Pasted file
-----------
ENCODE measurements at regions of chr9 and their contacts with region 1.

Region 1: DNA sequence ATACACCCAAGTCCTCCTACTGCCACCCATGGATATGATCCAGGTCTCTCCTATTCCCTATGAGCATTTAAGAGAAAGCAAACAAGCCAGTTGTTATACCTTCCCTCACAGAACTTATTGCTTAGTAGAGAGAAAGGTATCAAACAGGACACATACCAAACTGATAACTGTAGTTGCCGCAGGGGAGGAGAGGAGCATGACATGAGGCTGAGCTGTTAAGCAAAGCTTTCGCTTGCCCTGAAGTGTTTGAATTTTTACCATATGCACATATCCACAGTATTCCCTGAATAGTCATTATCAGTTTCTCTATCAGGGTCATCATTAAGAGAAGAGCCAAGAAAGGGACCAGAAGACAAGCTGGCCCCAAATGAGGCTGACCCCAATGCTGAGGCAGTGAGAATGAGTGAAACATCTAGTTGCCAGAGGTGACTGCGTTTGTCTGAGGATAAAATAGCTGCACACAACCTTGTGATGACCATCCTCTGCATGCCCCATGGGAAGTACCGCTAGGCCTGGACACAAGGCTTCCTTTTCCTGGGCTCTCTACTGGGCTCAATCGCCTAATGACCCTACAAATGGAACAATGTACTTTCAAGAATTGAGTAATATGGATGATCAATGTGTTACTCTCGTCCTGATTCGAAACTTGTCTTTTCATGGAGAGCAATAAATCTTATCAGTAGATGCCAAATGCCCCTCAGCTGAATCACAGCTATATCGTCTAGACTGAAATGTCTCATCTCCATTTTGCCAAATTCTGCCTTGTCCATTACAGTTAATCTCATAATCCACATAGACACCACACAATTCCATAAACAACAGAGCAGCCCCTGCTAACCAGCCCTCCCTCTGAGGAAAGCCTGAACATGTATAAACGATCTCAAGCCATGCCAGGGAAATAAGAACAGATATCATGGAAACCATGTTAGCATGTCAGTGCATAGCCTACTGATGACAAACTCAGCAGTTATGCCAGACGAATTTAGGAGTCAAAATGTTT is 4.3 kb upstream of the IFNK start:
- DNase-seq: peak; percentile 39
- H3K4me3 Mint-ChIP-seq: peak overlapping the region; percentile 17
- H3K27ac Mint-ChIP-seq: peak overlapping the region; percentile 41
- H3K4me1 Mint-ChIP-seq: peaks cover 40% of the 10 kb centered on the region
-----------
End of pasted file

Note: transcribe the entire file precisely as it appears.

ENCODE measurements at regions of chr9 and their contacts with region 1.

Region 1: DNA sequence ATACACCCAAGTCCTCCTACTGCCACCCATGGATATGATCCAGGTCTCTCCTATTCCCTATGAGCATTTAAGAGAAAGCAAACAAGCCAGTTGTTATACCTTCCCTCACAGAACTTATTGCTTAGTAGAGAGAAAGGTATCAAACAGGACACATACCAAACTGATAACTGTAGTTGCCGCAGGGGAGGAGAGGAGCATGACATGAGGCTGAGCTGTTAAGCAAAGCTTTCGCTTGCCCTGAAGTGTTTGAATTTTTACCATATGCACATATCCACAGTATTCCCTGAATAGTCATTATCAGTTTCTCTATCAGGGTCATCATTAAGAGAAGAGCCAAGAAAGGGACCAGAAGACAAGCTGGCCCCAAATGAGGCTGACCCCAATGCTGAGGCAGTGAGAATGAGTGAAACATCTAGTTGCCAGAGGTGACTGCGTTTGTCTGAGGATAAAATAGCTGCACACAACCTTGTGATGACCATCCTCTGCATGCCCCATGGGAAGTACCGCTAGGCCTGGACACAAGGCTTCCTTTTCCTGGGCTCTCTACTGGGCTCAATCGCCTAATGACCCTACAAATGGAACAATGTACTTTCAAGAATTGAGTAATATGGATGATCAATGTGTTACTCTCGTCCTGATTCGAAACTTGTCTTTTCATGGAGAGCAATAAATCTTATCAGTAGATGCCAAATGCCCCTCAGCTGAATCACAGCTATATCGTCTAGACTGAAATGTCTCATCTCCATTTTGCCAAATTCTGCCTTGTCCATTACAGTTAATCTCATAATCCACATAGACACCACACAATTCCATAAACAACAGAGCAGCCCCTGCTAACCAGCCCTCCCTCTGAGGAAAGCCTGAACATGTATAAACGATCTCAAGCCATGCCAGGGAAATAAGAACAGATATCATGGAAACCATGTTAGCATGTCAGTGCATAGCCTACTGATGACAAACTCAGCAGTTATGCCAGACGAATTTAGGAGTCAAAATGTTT is 4.3 kb upstream of the IFNK start:
- DNase-seq: peak; percentile 39
- H3K4me3 Mint-ChIP-seq: peak overlapping the region; percentile 17
- H3K27ac Mint-ChIP-seq: peak overlapping the region; percentile 41
- H3K4me1 Mint-ChIP-seq: peaks cover 40% of the 10 kb centered on the region